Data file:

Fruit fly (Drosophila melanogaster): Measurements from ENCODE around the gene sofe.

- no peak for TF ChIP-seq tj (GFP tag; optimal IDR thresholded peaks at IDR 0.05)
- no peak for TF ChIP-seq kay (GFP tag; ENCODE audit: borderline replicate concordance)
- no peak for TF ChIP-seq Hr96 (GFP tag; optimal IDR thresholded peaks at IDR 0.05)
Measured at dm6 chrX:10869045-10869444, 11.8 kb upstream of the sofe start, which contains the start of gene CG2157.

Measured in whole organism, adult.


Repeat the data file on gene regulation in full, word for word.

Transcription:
Fruit fly (Drosophila melanogaster): Measurements from ENCODE around the gene sofe.

- no peak for TF ChIP-seq tj (GFP tag; optimal IDR thresholded peaks at IDR 0.05)
- no peak for TF ChIP-seq kay (GFP tag; ENCODE audit: borderline replicate concordance)
- no peak for TF ChIP-seq Hr96 (GFP tag; optimal IDR thresholded peaks at IDR 0.05)
Measured at dm6 chrX:10869045-10869444, 11.8 kb upstream of the sofe start, which contains the start of gene CG2157.

Measured in whole organism, adult.